Canada Post moves further away from home delivery

A common theme is heard around the world from post offices – declining mail, rising costs, declining profits, increasing competition and rising parcel volumes – and are among the often cited issues that confront most post offices.

Canada Post is certainly no exception. It has noted that it delivered 1.2bn fewer pieces of mail in 2013 than it did in 2006. However, parcel volumes are on the rise thanks to 76% of Canadian households now shopping online.

Financially, the change in business has taken a toll on the post office. In 2012 it reported a C$136m loss. In 2013, there was some improvement but still another financial loss was reported, C$125m. However, in 2014, it reported a $194m profit. The profit was attributed to a plan it had established to turn the postal service around.

As part of its plan, in 2013 and in a not very popular move, Canada Post announced it would end all urban door-to-door mail service to 5m Canadians in five years because of financial losses incurred from declining mail volume. In its place, Canadians will pick up their mail and parcels at community mailboxes, which will be established in neighborhoods across the nation.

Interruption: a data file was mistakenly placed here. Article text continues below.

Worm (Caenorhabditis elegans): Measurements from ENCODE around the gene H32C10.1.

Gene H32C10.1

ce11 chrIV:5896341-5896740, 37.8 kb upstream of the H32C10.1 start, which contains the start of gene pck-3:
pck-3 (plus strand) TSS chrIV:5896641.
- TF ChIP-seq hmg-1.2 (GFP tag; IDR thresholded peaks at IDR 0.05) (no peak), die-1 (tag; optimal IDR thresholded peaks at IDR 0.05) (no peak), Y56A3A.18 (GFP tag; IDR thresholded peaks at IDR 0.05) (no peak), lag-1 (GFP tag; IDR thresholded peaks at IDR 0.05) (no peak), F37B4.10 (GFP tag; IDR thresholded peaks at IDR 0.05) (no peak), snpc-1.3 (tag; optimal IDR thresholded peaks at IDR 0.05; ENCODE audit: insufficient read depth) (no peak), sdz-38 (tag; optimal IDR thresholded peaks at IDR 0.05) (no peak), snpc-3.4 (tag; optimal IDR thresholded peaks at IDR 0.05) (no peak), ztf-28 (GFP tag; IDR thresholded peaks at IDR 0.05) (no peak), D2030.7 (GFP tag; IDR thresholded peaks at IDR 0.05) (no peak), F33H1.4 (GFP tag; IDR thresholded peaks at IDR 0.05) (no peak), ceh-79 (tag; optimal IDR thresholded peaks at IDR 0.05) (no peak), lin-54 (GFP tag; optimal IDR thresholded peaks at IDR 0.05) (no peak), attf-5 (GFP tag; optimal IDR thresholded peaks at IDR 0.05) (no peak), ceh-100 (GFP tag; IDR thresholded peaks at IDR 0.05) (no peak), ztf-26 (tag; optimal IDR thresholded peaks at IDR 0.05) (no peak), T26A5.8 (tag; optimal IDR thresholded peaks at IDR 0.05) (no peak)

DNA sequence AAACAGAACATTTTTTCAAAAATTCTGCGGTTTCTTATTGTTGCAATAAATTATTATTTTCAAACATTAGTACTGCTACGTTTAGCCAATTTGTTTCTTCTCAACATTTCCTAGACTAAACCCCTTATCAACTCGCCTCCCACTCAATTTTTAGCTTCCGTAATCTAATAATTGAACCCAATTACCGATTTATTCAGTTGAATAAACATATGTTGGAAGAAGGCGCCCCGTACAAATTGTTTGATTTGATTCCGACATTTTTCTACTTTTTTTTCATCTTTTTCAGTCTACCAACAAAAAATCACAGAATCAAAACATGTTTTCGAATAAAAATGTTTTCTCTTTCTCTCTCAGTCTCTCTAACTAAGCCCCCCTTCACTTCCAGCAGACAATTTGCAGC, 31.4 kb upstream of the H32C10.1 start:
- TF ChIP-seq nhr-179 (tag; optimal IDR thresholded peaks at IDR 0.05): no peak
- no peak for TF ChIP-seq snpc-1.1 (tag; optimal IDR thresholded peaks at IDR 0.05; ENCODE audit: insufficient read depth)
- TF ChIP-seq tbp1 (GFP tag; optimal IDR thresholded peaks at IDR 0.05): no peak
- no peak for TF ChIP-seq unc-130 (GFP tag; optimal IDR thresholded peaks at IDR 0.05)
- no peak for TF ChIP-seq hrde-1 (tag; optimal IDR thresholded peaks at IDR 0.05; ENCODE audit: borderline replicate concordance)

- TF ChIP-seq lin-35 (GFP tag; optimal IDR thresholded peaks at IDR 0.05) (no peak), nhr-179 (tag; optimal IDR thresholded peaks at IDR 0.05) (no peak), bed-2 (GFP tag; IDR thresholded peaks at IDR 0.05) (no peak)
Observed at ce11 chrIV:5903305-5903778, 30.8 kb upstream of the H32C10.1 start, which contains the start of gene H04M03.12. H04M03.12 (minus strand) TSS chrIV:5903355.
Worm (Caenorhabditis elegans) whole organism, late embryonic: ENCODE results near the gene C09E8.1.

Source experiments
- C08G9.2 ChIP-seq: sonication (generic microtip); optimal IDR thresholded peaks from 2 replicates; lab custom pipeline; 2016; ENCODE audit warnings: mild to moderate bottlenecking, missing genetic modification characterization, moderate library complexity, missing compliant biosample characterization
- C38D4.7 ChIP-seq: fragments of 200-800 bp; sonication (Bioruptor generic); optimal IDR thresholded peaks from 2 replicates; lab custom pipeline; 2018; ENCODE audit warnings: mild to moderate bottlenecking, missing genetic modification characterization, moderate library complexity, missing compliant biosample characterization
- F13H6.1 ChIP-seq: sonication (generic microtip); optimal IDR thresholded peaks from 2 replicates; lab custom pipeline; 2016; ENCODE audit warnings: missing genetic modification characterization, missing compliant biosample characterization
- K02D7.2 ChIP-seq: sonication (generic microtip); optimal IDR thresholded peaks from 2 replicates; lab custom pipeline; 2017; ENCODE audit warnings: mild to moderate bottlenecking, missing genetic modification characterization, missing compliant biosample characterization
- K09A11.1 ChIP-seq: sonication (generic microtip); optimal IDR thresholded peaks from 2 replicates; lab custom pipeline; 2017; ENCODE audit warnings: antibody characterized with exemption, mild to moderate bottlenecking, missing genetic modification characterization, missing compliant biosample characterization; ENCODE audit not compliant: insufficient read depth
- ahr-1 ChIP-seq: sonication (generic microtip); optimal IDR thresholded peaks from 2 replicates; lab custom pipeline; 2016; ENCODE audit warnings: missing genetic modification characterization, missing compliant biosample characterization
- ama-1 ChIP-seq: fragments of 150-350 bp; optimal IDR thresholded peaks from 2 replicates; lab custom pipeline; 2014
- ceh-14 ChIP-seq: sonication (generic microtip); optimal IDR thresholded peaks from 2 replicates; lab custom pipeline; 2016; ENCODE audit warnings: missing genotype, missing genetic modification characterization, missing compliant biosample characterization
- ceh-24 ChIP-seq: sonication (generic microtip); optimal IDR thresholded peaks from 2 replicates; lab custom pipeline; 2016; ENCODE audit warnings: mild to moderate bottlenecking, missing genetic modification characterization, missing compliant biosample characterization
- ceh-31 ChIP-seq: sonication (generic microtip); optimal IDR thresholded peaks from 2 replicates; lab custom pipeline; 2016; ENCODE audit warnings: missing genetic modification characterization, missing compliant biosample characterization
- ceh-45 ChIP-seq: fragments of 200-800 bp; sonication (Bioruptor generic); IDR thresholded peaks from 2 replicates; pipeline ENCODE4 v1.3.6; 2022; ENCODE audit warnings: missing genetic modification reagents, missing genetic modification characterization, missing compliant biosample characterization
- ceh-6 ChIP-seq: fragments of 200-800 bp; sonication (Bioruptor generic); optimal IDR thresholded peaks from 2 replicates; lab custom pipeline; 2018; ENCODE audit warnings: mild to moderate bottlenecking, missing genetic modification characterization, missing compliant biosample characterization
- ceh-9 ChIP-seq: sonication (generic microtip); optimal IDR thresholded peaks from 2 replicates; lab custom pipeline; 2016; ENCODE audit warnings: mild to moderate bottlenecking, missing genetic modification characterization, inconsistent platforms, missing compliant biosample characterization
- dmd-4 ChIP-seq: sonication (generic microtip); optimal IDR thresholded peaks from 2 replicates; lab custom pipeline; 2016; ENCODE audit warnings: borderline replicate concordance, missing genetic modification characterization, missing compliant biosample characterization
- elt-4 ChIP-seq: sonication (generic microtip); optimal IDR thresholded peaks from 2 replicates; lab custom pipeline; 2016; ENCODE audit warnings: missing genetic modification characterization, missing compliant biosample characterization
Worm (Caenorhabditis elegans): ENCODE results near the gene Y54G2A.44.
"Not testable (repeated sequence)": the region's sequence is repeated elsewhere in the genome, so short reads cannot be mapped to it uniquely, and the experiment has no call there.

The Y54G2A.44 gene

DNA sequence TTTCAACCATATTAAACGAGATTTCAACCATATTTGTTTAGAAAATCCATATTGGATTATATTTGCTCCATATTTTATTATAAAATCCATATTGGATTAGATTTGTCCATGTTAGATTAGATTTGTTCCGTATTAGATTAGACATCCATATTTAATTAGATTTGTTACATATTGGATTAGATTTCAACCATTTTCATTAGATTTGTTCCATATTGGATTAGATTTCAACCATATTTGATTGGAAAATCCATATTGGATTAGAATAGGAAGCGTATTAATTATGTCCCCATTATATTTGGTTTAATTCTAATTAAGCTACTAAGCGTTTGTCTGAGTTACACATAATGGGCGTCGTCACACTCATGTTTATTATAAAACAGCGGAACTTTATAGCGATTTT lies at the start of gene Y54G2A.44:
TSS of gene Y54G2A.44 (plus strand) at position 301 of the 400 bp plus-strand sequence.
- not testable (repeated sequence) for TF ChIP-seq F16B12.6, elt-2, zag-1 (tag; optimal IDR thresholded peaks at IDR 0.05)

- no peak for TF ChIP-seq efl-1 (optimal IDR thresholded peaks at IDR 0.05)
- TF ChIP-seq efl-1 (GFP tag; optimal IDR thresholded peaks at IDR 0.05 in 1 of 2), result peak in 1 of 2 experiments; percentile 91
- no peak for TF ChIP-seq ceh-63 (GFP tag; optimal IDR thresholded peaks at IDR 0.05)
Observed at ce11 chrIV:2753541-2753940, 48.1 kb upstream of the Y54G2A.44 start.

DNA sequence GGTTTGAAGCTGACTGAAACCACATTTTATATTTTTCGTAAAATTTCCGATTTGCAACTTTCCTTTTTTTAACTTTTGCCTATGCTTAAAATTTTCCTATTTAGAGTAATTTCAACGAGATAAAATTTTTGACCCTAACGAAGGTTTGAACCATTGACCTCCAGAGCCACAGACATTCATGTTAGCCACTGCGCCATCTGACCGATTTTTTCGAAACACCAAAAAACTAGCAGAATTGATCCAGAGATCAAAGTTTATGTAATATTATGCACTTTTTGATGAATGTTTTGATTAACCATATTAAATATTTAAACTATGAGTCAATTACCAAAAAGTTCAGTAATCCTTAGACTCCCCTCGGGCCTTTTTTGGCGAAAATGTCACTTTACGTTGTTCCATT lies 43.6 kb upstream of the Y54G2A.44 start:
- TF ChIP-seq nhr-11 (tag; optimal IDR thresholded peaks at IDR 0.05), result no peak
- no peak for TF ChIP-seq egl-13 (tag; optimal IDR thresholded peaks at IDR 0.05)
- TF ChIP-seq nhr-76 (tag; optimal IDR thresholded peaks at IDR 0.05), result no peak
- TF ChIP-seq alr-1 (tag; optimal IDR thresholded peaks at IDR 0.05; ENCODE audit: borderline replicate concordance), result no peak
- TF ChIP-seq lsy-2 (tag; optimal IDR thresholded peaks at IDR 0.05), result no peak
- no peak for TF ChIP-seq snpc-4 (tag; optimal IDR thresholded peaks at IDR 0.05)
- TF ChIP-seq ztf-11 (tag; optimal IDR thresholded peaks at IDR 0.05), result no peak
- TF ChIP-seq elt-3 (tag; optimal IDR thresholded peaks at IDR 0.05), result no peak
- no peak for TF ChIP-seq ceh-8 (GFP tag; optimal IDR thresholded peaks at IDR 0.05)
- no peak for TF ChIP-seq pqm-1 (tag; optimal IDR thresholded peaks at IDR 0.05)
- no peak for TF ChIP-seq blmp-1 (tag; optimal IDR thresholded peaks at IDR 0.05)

Its latest solution offering is what some see as another means to further discourage home delivery, others see it as a sign of the times and similar to what other post offices around the world offer – FlexDelivery. Through this new service, customers can direct parcels to go to any of Canada Post’s 6,000 outlets for pick up.

To use the service, customers sign up on the Canada Post website and choose the post office where they want to pick up their parcels. When shopping online, the customer will then use the post office address as the delivery instead of their home address. Once the online order is delivered to the post office, the customer will receive an email notification.

The new service will likely help the postal service contain some of its costs. According to the post office, about one third of households have no one at home when Canada Post tries to deliver a parcel. This results in the package being routed to the nearest post office. For customers, the service should provide a flexible alternative location for delivery of parcels.